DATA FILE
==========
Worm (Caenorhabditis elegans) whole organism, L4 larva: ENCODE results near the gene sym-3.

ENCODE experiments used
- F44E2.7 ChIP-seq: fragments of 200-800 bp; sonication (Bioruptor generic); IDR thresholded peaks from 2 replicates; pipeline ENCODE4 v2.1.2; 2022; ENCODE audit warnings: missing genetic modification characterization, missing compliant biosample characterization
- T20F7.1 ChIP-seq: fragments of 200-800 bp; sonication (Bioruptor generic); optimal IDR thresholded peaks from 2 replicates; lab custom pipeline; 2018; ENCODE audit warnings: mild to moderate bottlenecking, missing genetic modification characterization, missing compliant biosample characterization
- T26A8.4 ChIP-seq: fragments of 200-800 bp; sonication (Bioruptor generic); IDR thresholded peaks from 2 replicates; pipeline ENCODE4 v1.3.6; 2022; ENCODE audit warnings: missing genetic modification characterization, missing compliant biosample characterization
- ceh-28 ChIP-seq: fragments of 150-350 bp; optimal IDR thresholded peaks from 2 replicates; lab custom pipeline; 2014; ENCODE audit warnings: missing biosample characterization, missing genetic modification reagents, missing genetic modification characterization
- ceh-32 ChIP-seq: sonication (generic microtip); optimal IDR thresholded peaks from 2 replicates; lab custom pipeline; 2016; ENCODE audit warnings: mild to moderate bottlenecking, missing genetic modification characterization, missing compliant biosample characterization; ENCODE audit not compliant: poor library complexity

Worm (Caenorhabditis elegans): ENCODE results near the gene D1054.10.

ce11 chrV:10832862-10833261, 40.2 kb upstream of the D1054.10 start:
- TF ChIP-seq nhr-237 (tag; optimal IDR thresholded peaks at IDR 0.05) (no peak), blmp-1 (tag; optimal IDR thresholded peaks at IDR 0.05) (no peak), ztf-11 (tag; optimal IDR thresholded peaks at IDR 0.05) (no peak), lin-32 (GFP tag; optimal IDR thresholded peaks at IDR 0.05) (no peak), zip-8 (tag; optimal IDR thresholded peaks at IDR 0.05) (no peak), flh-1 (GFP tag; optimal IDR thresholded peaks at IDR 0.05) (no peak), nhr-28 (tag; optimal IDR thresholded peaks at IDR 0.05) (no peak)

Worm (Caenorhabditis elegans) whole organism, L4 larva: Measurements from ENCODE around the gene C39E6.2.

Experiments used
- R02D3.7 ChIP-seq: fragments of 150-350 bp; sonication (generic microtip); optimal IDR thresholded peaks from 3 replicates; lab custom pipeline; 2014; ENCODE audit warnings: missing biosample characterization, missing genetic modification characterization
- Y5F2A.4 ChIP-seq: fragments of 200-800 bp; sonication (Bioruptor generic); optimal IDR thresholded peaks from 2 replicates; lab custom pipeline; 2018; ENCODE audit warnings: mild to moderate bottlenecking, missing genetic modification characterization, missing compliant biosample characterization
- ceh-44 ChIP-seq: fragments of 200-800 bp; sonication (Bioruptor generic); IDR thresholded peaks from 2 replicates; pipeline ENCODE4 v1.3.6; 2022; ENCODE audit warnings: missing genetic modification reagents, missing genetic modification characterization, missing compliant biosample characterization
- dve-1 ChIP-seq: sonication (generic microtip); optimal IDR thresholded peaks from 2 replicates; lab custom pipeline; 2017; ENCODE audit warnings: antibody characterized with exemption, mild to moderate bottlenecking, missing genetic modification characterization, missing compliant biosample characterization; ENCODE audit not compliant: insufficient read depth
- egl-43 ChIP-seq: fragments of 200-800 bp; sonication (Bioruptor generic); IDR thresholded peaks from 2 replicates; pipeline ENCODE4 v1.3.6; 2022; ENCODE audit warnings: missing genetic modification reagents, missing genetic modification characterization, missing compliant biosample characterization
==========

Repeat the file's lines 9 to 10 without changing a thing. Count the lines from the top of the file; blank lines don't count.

ce11 chrV:10832862-10833261, 40.2 kb upstream of the D1054.10 start:
- TF ChIP-seq nhr-237 (tag; optimal IDR thresholded peaks at IDR 0.05) (no peak), blmp-1 (tag; optimal IDR thresholded peaks at IDR 0.05) (no peak), ztf-11 (tag; optimal IDR thresholded peaks at IDR 0.05) (no peak), lin-32 (GFP tag; optimal IDR thresholded peaks at IDR 0.05) (no peak), zip-8 (tag; optimal IDR thresholded peaks at IDR 0.05) (no peak), flh-1 (GFP tag; optimal IDR thresholded peaks at IDR 0.05) (no peak), nhr-28 (tag; optimal IDR thresholded peaks at IDR 0.05) (no peak)